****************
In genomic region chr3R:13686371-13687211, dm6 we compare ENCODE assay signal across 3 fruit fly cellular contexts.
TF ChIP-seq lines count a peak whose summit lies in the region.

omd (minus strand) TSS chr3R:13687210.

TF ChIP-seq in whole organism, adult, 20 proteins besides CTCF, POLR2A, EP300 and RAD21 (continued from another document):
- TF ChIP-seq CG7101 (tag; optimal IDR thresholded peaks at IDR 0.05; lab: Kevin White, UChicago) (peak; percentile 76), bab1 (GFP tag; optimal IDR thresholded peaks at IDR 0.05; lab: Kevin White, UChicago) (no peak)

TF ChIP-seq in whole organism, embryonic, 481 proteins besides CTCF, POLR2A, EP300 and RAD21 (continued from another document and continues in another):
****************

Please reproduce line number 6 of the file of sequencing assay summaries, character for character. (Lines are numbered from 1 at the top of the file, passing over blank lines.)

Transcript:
TF ChIP-seq in whole organism, embryonic, 481 proteins besides CTCF, POLR2A, EP300 and RAD21 (continued from another document and continues in another):